32. Taking up the first issue relating to extension of remand at a single stretch, as could be seen from the terminology used in the said provision, viz., Section 43-D (2)(b), the Section employs the term 'upto' for extending the period of remand from 90 days to 180 days. This clearly means that the maximum period upto which the remand can be extended is upto the period as specified under the Act. Had the intention of the Legislature been otherwise, then the word 'upto' would not have found place in the said provision. The usage of the word 'upto' clearly shows the intention of the Legislature, which thought it fit to leave it to the wisdom of the Court to extend the period of remand, however, subject to the limitations as envisaged under the second limb of Section 43-D (2) (b) of the UAP Act.
33. This Court, in C.A. Nos.91 and 92 of 2018, vide the order of even date, relating to the matter of another accused, who is connected with the same incident, has held that the extension from 90 days to 180 days, i.e., for a period of 90 days, in one single stretch is in accordance with law and is permissible and extension of the time by a single stretch, done by the Trial Court, does not warrant any interference. Depending upon the facts and circumstances, considering the nature of investigation, the Court may straight away extend the period of remand/period of investigation, subject to the provisions of Section 43-D of UPA Act. In such view of the matter, the above contention that the extension in one single stretch is impermissible does not merit acceptance and, accordingly, the said contention is dismissed.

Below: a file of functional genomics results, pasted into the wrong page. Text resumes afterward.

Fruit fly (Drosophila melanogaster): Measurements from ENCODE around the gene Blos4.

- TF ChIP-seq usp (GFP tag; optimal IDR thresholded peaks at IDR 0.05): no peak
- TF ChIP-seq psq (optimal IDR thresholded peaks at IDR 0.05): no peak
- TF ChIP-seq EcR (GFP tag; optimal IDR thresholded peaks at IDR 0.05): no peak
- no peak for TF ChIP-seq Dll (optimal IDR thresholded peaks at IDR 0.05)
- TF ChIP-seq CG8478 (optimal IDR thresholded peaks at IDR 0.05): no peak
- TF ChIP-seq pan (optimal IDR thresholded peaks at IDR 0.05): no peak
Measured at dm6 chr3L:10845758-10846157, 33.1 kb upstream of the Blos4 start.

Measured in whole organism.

34. Insofar as the second issue relating to specific/special reasons to be shown in the report of the Public Prosecutor seeking extension of remand, learned counsel appearing for the appellant submitted that the allegations levelled in paragraphs 6 to 11 are the summary of the steps already taken towards investigation and the steps yet to be taken towards investigation and that does not in any way indicate the compelling reasons or special reason as envisaged under the second limb of Section 43-D (2) (b) of the Act.
35. This Court, in C.A. Nos. 91 and 92 of 2018, by order of even date, has discussed threadbare the necessity of the Public Prosecutor to file a report stating specific reasons seeking extension of remand and the necessity of the specific reasons, which is mandatory for the Trial Court to consider before granting extension of remand. For better clarity, the relevant portion is extracted hereunder :-